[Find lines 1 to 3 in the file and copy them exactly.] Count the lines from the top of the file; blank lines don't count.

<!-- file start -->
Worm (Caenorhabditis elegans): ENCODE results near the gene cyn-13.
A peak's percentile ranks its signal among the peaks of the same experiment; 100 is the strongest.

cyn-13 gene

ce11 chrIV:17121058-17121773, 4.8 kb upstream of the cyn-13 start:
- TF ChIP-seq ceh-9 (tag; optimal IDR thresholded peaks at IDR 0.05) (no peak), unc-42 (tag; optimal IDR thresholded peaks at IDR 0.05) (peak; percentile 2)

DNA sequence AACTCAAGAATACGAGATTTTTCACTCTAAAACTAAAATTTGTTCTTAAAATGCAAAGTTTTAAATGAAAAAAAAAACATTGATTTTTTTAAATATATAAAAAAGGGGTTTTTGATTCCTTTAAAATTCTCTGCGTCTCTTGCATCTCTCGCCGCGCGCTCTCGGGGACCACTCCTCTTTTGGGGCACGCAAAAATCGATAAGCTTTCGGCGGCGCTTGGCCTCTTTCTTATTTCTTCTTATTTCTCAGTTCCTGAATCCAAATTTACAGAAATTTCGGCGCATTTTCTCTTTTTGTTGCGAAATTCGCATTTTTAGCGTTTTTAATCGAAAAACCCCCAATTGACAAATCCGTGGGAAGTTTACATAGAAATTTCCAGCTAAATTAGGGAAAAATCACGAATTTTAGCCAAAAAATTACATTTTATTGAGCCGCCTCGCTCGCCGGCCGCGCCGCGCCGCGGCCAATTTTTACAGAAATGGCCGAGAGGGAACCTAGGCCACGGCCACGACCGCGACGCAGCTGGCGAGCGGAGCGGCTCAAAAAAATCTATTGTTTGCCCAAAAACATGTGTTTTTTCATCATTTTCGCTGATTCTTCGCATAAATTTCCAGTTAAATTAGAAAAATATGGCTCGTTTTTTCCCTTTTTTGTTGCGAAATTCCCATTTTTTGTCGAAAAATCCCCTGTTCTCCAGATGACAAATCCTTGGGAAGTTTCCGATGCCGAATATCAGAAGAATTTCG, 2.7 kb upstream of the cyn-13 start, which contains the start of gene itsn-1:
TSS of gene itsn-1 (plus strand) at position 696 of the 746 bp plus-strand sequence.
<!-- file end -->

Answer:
Worm (Caenorhabditis elegans): ENCODE results near the gene cyn-13.
A peak's percentile ranks its signal among the peaks of the same experiment; 100 is the strongest.

cyn-13 gene